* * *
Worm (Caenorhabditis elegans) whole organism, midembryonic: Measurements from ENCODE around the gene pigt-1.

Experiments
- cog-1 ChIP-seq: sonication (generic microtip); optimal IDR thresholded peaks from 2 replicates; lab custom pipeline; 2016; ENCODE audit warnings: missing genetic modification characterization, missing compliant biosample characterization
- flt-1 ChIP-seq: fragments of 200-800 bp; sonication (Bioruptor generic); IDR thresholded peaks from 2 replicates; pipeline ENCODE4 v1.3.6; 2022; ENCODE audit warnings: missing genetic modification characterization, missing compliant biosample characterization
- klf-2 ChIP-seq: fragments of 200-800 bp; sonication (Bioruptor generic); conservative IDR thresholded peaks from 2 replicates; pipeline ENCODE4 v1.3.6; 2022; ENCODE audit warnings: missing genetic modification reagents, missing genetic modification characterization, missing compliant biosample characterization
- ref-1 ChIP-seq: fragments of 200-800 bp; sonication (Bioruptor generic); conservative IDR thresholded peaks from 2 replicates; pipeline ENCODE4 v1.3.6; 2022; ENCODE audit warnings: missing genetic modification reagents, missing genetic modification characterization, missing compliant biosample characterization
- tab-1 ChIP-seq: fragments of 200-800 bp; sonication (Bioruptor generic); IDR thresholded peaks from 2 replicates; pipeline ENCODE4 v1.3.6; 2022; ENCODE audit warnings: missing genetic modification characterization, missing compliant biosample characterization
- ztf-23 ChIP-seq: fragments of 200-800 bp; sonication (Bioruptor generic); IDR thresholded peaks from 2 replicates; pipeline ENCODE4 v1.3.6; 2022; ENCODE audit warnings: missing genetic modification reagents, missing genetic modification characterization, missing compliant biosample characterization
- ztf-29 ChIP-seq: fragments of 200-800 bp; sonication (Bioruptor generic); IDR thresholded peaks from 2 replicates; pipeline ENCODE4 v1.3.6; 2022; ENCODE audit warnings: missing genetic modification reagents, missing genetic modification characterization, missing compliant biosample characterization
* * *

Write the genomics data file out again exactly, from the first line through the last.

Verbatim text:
Worm (Caenorhabditis elegans) whole organism, midembryonic: Measurements from ENCODE around the gene pigt-1.

Experiments
- cog-1 ChIP-seq: sonication (generic microtip); optimal IDR thresholded peaks from 2 replicates; lab custom pipeline; 2016; ENCODE audit warnings: missing genetic modification characterization, missing compliant biosample characterization
- flt-1 ChIP-seq: fragments of 200-800 bp; sonication (Bioruptor generic); IDR thresholded peaks from 2 replicates; pipeline ENCODE4 v1.3.6; 2022; ENCODE audit warnings: missing genetic modification characterization, missing compliant biosample characterization
- klf-2 ChIP-seq: fragments of 200-800 bp; sonication (Bioruptor generic); conservative IDR thresholded peaks from 2 replicates; pipeline ENCODE4 v1.3.6; 2022; ENCODE audit warnings: missing genetic modification reagents, missing genetic modification characterization, missing compliant biosample characterization
- ref-1 ChIP-seq: fragments of 200-800 bp; sonication (Bioruptor generic); conservative IDR thresholded peaks from 2 replicates; pipeline ENCODE4 v1.3.6; 2022; ENCODE audit warnings: missing genetic modification reagents, missing genetic modification characterization, missing compliant biosample characterization
- tab-1 ChIP-seq: fragments of 200-800 bp; sonication (Bioruptor generic); IDR thresholded peaks from 2 replicates; pipeline ENCODE4 v1.3.6; 2022; ENCODE audit warnings: missing genetic modification characterization, missing compliant biosample characterization
- ztf-23 ChIP-seq: fragments of 200-800 bp; sonication (Bioruptor generic); IDR thresholded peaks from 2 replicates; pipeline ENCODE4 v1.3.6; 2022; ENCODE audit warnings: missing genetic modification reagents, missing genetic modification characterization, missing compliant biosample characterization
- ztf-29 ChIP-seq: fragments of 200-800 bp; sonication (Bioruptor generic); IDR thresholded peaks from 2 replicates; pipeline ENCODE4 v1.3.6; 2022; ENCODE audit warnings: missing genetic modification reagents, missing genetic modification characterization, missing compliant biosample characterization